Tack another graphic to the growing list of subway map metaphors. Meet the Boss “maps” Google acquisitions and investments, color-coding tracks by industry. The maroon track, for example, represents video, hence YouTube, which also interconnects with advertising and web services.
The design is nothing new (and kind of overdone), but the data are pretty interesting. I’ve never even heard of most of the acquisitions.
Does anyone know who was the first to use the subway map metaphor?
I still don’t understand what’s with the subway metaphor. To me it just sounds like a formal decision. It’s good for showing density and multiple interconnecting pathways I guess.
A guy that I worked with in the past, who lives now in Tokyo, has a thing called the Webtrendmap. He uses the Tokyo subway system map as a base for his visualization. http://informationarchitects.jp
My main concern is readabilty. Shoehorning datasets into visualizations otherwise created for different purposes does not lead always to the expected results. In this case, the original intended purpose is going from point A to point B.
BTW, I find myself coming back to your blog very often. Keep up with the good work.
Thanks, JP. Speaking of webtrendmap, we’ve got a a guest post from one of its developers coming up :)
The subway map metaphor is usually stretched too far. In a subway line, stations are arranged on lines according to their physical locations along the line. In the false maps, there is generally no relationship between adjacent “stops”. Are they listed in order of proximity to Google’s core technologies? No. Are they listed by date of acquisition?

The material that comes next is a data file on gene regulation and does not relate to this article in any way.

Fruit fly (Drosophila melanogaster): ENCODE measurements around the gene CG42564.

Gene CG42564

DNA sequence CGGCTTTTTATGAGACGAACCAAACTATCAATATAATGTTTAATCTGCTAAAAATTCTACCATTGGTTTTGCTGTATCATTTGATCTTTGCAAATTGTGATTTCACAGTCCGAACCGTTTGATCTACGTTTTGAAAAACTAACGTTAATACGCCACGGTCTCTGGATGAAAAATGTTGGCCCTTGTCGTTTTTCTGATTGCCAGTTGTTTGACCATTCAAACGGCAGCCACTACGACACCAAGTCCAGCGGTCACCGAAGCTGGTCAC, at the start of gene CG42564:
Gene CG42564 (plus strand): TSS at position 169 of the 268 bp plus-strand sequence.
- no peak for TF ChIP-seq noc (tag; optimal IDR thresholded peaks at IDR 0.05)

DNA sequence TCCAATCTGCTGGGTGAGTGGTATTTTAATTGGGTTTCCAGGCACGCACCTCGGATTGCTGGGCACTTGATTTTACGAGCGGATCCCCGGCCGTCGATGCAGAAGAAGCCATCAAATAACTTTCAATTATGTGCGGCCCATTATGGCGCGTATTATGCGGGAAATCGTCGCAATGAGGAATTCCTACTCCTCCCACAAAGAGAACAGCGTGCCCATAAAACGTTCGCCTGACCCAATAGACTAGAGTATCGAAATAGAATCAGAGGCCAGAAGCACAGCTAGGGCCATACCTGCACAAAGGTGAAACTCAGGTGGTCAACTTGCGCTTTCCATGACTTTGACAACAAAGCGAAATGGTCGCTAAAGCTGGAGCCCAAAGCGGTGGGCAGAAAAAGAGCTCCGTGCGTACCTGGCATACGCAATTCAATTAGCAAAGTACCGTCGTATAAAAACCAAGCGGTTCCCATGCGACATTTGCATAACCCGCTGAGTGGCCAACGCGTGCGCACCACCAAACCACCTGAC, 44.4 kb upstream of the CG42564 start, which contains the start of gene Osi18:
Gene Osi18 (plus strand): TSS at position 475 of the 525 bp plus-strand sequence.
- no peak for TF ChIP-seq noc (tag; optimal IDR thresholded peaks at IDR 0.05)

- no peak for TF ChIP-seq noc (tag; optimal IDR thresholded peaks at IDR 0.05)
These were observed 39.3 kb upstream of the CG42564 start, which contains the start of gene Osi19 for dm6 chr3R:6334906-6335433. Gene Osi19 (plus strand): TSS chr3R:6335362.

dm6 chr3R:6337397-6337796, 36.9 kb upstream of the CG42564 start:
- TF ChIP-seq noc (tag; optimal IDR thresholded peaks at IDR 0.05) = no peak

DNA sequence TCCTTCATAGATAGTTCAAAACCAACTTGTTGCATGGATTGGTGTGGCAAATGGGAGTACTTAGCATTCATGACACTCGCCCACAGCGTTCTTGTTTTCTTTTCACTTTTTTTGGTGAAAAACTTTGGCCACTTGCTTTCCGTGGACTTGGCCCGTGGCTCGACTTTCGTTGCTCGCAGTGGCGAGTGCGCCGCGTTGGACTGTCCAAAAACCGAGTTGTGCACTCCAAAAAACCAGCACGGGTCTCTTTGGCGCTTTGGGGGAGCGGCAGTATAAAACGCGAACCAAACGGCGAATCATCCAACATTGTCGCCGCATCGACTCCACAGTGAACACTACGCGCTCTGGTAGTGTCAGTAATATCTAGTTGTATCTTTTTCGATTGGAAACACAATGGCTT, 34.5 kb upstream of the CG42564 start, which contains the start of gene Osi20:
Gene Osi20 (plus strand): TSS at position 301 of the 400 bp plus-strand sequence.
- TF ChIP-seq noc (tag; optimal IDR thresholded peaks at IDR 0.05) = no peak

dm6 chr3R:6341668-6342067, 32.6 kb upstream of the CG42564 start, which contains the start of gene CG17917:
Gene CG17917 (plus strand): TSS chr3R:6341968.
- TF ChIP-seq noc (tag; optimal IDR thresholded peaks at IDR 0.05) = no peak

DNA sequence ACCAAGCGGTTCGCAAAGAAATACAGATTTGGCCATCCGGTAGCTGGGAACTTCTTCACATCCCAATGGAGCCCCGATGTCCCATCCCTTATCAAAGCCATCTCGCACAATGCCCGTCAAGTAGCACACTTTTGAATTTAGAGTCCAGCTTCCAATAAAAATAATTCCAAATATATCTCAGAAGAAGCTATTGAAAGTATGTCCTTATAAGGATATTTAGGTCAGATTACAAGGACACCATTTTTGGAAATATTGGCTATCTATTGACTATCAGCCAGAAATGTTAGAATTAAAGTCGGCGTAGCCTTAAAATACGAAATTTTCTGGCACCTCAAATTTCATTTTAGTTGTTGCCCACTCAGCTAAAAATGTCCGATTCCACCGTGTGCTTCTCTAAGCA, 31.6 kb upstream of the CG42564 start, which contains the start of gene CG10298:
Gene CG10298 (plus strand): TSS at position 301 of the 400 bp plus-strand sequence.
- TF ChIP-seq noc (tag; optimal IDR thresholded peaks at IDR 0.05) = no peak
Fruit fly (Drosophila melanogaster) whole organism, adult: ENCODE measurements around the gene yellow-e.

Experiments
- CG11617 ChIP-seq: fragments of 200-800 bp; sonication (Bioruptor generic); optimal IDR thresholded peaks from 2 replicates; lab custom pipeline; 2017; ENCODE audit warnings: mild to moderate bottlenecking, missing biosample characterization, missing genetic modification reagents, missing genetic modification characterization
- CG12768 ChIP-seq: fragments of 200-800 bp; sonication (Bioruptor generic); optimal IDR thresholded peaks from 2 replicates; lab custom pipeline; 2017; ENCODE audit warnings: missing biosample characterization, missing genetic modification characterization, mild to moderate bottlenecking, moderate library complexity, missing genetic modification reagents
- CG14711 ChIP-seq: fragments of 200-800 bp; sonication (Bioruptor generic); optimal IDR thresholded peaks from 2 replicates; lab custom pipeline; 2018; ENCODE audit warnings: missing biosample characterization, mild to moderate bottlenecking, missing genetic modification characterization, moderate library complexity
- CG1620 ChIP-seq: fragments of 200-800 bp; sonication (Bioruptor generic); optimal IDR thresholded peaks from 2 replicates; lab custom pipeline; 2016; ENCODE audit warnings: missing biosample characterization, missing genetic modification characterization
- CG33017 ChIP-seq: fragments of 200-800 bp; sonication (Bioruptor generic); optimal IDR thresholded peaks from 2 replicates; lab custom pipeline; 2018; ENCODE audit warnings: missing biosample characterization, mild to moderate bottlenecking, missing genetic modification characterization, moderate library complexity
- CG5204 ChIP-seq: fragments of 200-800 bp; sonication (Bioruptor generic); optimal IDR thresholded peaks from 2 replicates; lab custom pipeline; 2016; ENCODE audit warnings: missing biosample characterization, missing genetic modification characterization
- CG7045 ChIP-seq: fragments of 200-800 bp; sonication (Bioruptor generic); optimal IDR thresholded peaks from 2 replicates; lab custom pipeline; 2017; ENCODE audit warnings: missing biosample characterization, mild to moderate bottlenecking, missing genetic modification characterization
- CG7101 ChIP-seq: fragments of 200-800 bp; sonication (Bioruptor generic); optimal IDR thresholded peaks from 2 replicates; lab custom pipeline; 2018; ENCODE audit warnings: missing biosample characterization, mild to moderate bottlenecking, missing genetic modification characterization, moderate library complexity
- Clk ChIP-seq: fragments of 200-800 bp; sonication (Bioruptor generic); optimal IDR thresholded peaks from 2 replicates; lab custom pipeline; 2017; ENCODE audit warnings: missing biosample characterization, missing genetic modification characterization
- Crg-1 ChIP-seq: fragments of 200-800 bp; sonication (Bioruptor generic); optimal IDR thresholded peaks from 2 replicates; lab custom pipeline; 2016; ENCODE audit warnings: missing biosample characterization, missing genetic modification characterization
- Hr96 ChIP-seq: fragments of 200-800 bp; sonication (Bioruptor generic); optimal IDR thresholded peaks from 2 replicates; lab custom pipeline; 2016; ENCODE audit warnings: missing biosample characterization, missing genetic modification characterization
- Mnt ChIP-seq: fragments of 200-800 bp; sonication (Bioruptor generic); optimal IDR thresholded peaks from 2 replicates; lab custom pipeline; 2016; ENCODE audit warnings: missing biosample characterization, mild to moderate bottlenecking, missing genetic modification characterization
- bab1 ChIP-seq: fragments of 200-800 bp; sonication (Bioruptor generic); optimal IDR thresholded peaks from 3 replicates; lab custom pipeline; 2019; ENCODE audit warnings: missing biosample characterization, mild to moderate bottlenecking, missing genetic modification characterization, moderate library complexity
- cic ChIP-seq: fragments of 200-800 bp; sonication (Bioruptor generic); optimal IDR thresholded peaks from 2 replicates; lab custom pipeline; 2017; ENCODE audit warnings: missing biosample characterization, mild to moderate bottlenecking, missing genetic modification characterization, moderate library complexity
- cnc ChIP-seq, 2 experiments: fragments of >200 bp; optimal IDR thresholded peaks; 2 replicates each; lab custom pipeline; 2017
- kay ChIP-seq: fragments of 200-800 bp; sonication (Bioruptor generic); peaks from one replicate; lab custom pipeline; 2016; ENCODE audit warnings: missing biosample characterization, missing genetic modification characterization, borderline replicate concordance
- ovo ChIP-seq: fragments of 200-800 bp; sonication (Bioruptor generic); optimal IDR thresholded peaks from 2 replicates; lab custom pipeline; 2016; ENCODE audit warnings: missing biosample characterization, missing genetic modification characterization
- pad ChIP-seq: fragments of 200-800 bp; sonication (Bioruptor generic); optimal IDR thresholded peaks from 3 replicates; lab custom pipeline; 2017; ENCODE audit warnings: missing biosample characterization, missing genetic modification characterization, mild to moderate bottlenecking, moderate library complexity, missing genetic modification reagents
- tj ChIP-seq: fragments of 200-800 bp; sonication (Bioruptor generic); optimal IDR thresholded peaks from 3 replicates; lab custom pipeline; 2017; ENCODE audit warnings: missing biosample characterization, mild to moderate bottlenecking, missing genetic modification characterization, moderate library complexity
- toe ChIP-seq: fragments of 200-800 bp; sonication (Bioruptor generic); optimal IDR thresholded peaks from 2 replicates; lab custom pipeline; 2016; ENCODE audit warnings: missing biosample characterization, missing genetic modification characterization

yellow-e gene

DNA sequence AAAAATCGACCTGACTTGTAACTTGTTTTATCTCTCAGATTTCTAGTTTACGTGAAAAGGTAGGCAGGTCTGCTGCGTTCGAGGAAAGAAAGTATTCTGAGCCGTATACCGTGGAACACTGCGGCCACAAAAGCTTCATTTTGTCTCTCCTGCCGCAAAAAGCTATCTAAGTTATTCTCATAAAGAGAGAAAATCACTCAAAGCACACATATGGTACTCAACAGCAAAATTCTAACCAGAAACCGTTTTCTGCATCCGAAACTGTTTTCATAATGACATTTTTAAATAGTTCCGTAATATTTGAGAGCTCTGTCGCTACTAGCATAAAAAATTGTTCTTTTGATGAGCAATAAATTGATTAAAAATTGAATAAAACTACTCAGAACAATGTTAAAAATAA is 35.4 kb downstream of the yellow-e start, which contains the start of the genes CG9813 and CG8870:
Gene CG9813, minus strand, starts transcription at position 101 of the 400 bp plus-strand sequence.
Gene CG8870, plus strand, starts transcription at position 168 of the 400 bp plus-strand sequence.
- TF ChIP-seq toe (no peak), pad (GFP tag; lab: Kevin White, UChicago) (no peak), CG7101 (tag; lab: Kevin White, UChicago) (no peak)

The shared colors between the subway lines above and the dates of acquisition below lead to confusion. Maybe the subway metaphor is useful to capture one’s attention, but a more accurate description of this information would be a simple table.
One pattern that I like in this instance of the Subway Map scheme is that of stations linked to more than one, often parallel tracks. This indicates the station has the set of attributes composed of those for each line. Long stretches of parallel tracks make it easy to see what terms (or in this specific case, industrial areas) often occur together.
This could be the basis of a general system for presenting collections of things that have been annotated with a set of tags: all my delicious links that share “blogs” and “infovis” would be represented as stations that access those two “tag tracks”.
It would be less contrived if you had columns for each of the categories (i.e., subway lines), and put a checkmark or other symbol in each that related to a specific acquisition. Then you could scan or sort by these columns and see what groups of acquisitions fit together.
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This is pretty poor, the makers have listed 23andMe and Navigenics (both genetic testing companies) on different tracks.
You mean “Google Acquires Subway Map” — “acquisition” as a verb is not a word…
Nathan’s title is correct. It’s a Subway Map of Google Acquisitions, and the title is not meant to be a complete sentence.